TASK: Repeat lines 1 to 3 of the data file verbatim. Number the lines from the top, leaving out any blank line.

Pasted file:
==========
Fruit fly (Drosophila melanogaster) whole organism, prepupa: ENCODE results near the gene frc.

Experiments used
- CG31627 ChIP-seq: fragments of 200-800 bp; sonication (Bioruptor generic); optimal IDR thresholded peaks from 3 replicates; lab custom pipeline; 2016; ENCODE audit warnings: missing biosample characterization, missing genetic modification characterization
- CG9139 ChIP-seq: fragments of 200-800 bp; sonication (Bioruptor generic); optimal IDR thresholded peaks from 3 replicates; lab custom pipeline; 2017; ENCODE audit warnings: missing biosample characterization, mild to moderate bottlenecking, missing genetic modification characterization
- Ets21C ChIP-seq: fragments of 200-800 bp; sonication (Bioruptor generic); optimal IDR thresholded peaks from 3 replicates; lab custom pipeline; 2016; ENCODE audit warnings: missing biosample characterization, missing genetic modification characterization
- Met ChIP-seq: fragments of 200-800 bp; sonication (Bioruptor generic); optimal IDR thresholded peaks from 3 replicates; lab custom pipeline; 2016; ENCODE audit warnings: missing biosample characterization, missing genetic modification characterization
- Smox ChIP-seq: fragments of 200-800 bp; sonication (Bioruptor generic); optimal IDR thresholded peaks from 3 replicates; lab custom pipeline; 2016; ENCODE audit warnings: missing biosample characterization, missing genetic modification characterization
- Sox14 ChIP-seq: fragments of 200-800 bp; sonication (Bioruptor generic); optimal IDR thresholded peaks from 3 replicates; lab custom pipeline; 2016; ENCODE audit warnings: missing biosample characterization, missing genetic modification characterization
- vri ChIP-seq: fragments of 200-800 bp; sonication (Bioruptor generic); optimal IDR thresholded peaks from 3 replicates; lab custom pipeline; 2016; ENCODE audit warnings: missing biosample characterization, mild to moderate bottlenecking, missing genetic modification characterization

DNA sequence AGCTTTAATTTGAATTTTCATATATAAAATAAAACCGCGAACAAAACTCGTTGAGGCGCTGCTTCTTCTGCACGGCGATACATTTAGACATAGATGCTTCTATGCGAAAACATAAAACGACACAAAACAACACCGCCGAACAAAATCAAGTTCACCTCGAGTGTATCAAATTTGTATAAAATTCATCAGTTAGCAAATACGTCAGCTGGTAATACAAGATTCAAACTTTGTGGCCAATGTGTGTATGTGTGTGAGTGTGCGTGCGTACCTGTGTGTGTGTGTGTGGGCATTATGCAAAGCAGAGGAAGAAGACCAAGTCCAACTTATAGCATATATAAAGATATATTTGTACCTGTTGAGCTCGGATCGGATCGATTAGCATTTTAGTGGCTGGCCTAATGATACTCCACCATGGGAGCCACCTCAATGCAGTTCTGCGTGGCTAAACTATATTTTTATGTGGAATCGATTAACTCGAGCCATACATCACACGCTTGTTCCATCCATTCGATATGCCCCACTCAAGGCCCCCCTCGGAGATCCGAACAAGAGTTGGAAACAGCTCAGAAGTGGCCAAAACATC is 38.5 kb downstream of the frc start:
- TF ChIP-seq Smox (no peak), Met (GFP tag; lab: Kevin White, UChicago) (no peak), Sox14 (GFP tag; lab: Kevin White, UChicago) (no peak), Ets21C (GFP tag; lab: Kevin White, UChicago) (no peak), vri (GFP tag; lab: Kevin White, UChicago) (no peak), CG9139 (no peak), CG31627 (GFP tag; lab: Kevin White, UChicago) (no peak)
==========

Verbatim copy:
Fruit fly (Drosophila melanogaster) whole organism, prepupa: ENCODE results near the gene frc.

Experiments used
- CG31627 ChIP-seq: fragments of 200-800 bp; sonication (Bioruptor generic); optimal IDR thresholded peaks from 3 replicates; lab custom pipeline; 2016; ENCODE audit warnings: missing biosample characterization, missing genetic modification characterization